New Jersey Statute of Limitations is 2 years from the date that the “cause of action accrues”. N.J.S.A. 2A:14-2. New Jersey follows the “discovery rule” for determining when the “cause of action arises.” Under this rule, the 2-year period for filing a malpractice claim begins when the plaintiff "discovered" (or a reasonable person should have discovered) that they were injured as a result of medical negligence. Sometimes this is clear with surgical errors, but in other situations, the statute would not start running until the injury is “discovered”. For example, with misdiagnosis cases, the statute would start running until the misdiagnosis starts running.
There are two exceptions to this 2-year statute of limitations rule: Wrongful Death cases and Minors.
New York Statute of Limitations for medical, dental, or pediatric medical malpractice cases is 2 years and 6 months or from the end of continuous treatment by the party you plan to sue for alleged negligence.
In cases where the patient was injured due to a foreign object left inside the body, they must file a claim within one year of the date the object was or should have been found, whichever comes first.
When a minor is injured due to medical malpractice, they have three years from their eighteenth birthday to file a medical malpractice claim; however, the negligent action or omission in question must have occurred within the previous 10 years.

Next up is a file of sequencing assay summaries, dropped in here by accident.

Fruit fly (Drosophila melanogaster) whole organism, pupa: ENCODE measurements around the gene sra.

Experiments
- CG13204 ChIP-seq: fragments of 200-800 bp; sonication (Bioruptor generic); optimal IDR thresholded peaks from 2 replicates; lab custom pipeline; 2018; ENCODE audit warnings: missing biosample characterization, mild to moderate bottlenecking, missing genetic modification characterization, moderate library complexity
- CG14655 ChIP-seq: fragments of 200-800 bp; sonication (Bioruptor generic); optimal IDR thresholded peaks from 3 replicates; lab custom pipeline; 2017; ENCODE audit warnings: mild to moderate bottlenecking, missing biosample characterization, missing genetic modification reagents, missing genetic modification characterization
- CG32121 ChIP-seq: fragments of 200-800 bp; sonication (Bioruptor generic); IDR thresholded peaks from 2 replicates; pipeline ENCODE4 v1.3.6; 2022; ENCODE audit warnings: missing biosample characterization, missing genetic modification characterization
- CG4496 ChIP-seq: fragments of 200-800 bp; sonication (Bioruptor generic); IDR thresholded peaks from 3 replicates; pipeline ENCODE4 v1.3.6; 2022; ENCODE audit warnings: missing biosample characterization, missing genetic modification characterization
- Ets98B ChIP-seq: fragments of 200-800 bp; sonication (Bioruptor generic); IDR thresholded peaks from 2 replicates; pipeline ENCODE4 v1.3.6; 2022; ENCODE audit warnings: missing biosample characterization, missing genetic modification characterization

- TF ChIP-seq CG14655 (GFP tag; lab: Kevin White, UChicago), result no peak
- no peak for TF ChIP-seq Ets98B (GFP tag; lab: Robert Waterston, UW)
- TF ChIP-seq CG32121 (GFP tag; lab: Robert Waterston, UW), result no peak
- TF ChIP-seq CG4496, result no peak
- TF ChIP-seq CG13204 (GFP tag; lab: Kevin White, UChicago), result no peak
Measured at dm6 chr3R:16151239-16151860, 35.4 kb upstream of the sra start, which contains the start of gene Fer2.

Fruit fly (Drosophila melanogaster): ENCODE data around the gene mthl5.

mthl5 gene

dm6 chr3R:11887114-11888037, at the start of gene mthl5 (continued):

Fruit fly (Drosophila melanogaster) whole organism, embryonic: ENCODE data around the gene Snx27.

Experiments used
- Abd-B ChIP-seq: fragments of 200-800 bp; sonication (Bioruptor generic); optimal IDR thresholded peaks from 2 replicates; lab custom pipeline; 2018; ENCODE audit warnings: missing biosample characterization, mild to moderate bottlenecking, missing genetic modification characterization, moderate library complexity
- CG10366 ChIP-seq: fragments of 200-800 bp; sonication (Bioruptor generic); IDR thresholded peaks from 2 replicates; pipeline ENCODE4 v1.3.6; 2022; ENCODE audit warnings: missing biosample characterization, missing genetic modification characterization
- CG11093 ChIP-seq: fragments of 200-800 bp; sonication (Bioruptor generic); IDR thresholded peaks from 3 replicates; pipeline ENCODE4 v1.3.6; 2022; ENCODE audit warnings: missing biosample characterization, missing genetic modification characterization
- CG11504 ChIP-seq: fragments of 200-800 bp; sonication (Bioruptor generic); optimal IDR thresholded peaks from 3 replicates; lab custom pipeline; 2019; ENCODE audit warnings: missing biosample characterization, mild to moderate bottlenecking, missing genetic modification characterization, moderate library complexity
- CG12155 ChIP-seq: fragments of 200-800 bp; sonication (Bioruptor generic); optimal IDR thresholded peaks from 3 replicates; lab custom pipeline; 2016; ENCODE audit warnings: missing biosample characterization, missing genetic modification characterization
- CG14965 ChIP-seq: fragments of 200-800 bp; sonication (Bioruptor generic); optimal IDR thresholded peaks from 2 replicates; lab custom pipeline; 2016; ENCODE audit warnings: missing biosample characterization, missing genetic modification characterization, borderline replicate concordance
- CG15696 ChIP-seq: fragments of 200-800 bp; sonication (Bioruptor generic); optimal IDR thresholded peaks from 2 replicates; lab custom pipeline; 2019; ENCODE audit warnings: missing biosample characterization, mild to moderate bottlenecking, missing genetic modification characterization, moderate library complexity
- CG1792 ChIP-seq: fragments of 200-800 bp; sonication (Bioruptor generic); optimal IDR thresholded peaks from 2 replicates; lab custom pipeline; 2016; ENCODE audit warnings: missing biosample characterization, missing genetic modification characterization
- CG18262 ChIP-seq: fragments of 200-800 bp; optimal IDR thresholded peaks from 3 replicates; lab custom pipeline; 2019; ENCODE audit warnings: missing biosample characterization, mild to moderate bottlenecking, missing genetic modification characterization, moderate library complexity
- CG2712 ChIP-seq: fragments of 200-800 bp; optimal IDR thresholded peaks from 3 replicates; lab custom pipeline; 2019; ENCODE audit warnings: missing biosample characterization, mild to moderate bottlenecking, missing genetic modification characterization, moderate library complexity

Medical Malpractice covers a vast array of claims and are generally very sensitive in nature. However, some of the most common include birth injuries, misdiagnosis/failure to diagnose, surgical errors, and medication errors.
Birth Injuries: These occur when a doctor, nurse, or midwife fails to properly monitor and address infant distress during pregnancy, labor, or delivery. Common types of birth injuries involve lack of oxygen or blood flow to the brain and damage to the brachial plexus. Birth errors, include those resulting in cerebral palsy or Erb’s palsy, Obstetrical errors, including during prenatal or postpartum care, such as inadequate monitoring, failure to conduct proper tests, or medication errors. Most birth injuries, such as swelling or bruising, are not serious and heal with little treatment. However, serious birth injuries, including cerebral palsy, can leave a child permanently disabled, placing a heavy financial burden on the infant’s parents.